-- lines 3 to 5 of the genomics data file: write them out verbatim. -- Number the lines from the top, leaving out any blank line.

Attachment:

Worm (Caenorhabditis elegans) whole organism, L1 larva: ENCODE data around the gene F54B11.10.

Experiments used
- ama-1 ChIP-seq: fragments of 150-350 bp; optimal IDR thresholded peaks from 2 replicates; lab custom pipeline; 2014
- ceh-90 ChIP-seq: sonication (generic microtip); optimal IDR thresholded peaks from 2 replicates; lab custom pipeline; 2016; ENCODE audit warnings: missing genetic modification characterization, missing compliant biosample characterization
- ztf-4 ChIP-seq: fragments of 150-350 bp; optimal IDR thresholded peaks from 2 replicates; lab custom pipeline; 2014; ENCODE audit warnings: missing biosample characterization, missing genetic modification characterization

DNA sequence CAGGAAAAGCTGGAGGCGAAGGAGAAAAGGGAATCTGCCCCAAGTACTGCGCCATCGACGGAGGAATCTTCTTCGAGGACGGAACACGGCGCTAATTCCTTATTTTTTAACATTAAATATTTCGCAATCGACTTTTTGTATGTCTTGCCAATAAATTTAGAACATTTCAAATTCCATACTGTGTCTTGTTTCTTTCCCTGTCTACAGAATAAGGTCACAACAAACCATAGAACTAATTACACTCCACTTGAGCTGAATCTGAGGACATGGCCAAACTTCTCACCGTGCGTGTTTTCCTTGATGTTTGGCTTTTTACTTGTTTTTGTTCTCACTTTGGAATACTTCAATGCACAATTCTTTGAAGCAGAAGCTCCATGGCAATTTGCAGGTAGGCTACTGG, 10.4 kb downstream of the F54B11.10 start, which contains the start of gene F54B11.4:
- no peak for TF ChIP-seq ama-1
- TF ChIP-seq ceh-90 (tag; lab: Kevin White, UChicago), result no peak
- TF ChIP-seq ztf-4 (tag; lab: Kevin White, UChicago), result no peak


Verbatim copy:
- ama-1 ChIP-seq: fragments of 150-350 bp; optimal IDR thresholded peaks from 2 replicates; lab custom pipeline; 2014
- ceh-90 ChIP-seq: sonication (generic microtip); optimal IDR thresholded peaks from 2 replicates; lab custom pipeline; 2016; ENCODE audit warnings: missing genetic modification characterization, missing compliant biosample characterization
- ztf-4 ChIP-seq: fragments of 150-350 bp; optimal IDR thresholded peaks from 2 replicates; lab custom pipeline; 2014; ENCODE audit warnings: missing biosample characterization, missing genetic modification characterization